6. Amour (2012)

Director Michael Haneke meticulously, through editing, camera framing, and painstaking guidance of performance, crafts a film about the process of love and death in the latter days of an elderly Parisian couple. Unnerving and depressing in its’ realistic portrayal of death but also transcending in its’ beautiful depiction of life and love, this film still evokes a strong sense of pain, sorrow, compassion, and peace of the life and death process.

5. Melancholia (2011)

Themes of loss, despair, tragedy, and conflict abound through family, relationship, and interpersonal dynamics of a newly married couple…all this while also telling a story of Earth’s imminent apocalypse. Director Lars Von Trier weaves a story that translates into the coping mechanism and structural recovery of severe depression. It’s a complete travesty that Kirsten Dunst didn’t win an award for her performance. “Melancholia” is a deeply personal film that is crafted with calculated and methodical execution. 

4. Certified Copy (2011)

The battle of authenticity and imitation has been explored in films before, however not with the passion and depth that director Abbas Kiarostami exhibits with “Certified Copy”. The questions offered to meditate on are still completely relevant. What is real and what is manufactured? Are emotions constructed as a mechanism for self-guidance or self-destruction? It’s a puzzle of subtle intrigue, composed with brush strokes so finely precise that staring at the picture will only further reveal how beautiful it actually is.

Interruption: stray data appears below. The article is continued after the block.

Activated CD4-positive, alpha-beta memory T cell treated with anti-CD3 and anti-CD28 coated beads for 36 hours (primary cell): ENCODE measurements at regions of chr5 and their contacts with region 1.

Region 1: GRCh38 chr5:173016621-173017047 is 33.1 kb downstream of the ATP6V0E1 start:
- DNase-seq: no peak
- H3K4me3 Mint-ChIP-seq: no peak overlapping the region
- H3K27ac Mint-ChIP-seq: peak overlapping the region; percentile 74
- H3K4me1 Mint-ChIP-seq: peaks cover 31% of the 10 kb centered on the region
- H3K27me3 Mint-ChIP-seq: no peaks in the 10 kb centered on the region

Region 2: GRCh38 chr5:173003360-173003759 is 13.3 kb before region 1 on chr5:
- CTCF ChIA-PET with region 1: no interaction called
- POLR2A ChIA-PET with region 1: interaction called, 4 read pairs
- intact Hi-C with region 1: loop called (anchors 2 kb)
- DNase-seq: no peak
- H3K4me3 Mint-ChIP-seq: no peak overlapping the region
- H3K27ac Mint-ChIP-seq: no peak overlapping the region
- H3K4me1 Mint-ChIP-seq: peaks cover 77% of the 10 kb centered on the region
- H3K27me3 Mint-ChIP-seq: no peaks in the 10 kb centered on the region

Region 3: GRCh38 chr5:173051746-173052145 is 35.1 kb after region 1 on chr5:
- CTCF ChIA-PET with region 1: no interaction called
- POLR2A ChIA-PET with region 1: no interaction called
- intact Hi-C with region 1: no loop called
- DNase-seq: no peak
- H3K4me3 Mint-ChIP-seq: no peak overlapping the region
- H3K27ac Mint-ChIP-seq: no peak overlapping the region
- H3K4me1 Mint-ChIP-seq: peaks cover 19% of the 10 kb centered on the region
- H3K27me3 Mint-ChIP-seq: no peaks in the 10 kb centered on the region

3. Phantom Thread (2017)

 “Phantom Thread” is a complicated love story, one that harbors themes of dominating control, deep and dangerous emotional connections, and a passion that is not easily defined. Director Paul Thomas Anderson paints an image here that still lingers long after its release, the startling and subtle emotion portrayed by Daniel Day-Lewis and Vicky Krieps is still captivating and magnetic, uncompromisingly romantic, and still somehow emotional tragic.  

2. Under the Skin (2014)

With a near-silent and purposefully ambiguous narrative, “Under the Skin” moves with a hallucinatory yet naturalistic aesthetic through the streets of Scotland, following Scarlett Johannson’s curious and deadly alien being. The purpose of everything is never fully revealed, but the journey is so ambitiously designed that the mystery becomes nothing short of completely consuming. “Under the Skin” is one of the best science fiction films of the decade.

1. Moonlight (2016)

Director Barry Jenkins crafted the most beautiful and complex film of the decade. “Moonlight,” asks difficult questions to the viewer and doesn’t succumb to easy expectations. It tells entire stories with simple body language and subtle gestures and the stillness of a camera that never flinches from a character forces the viewer to linger deep into what the characters are doing. It’s a coming-of-age film, a film about sexual awakenings, a film exploring masculinity, a film that doesn’t surrender to easy stereotypes or simple exploitation. What “Moonlight” does is show the power that a film can possess, and how that power has the ability to transcend and destroy barriers of preconception.